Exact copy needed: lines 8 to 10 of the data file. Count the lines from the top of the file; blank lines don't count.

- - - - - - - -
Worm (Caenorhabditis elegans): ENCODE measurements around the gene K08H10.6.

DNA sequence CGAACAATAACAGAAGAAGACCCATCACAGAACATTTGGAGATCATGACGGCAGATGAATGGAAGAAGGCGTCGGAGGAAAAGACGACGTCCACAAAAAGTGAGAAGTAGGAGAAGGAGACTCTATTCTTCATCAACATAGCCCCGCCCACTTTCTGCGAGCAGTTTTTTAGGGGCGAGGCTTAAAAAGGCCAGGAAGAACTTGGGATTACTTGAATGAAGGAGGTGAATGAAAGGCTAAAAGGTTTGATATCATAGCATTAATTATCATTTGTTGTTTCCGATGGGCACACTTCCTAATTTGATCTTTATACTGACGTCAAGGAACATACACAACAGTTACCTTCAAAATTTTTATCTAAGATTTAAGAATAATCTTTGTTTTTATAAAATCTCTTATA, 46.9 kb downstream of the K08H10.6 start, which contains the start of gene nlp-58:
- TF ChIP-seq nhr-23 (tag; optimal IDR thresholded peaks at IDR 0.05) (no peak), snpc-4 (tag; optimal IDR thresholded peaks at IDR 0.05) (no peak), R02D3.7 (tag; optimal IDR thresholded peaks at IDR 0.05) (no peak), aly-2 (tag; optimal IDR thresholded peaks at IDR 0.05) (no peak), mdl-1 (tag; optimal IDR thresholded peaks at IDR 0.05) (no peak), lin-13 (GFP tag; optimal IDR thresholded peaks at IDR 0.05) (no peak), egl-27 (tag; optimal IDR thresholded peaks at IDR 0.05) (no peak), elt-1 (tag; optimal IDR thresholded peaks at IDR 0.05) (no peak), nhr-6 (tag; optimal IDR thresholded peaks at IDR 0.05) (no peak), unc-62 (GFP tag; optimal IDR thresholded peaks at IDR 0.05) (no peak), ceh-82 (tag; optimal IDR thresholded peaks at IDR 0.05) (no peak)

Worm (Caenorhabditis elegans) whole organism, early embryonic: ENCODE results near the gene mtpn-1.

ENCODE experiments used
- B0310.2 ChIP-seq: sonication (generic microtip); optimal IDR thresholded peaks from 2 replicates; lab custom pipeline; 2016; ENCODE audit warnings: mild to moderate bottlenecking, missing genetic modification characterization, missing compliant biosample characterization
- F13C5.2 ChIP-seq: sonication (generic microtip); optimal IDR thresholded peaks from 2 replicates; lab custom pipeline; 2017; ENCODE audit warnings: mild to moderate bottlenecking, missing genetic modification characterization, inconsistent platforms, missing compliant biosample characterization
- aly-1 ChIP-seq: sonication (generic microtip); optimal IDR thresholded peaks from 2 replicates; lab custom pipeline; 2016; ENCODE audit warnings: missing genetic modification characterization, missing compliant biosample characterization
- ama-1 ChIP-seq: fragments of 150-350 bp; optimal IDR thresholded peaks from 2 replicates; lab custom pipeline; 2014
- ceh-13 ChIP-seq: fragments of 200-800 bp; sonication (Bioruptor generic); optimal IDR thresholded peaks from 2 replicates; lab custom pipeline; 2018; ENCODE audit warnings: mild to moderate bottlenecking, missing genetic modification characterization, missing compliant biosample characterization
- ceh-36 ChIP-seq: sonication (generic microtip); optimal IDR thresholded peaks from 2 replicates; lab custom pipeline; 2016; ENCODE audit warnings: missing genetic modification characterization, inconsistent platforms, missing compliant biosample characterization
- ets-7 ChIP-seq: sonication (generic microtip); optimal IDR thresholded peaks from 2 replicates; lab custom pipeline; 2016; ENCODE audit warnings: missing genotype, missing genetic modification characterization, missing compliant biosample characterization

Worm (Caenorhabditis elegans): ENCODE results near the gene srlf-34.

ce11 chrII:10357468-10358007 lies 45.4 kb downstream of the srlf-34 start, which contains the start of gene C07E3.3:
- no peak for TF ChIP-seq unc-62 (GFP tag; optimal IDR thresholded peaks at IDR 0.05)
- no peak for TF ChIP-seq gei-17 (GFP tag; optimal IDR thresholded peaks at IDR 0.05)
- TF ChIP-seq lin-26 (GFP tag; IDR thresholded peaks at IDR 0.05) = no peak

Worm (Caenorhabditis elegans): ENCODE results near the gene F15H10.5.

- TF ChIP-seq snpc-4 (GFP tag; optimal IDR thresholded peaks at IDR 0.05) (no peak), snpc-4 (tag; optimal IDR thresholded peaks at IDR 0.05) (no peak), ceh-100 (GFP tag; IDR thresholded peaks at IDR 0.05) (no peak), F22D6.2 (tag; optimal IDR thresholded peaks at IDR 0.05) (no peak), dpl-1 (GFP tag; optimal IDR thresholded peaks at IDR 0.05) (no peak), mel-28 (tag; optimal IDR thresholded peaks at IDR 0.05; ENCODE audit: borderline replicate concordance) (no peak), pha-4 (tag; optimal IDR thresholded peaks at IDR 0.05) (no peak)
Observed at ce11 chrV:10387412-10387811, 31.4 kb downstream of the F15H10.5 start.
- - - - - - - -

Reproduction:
- aly-1 ChIP-seq: sonication (generic microtip); optimal IDR thresholded peaks from 2 replicates; lab custom pipeline; 2016; ENCODE audit warnings: missing genetic modification characterization, missing compliant biosample characterization
- ama-1 ChIP-seq: fragments of 150-350 bp; optimal IDR thresholded peaks from 2 replicates; lab custom pipeline; 2014
- ceh-13 ChIP-seq: fragments of 200-800 bp; sonication (Bioruptor generic); optimal IDR thresholded peaks from 2 replicates; lab custom pipeline; 2018; ENCODE audit warnings: mild to moderate bottlenecking, missing genetic modification characterization, missing compliant biosample characterization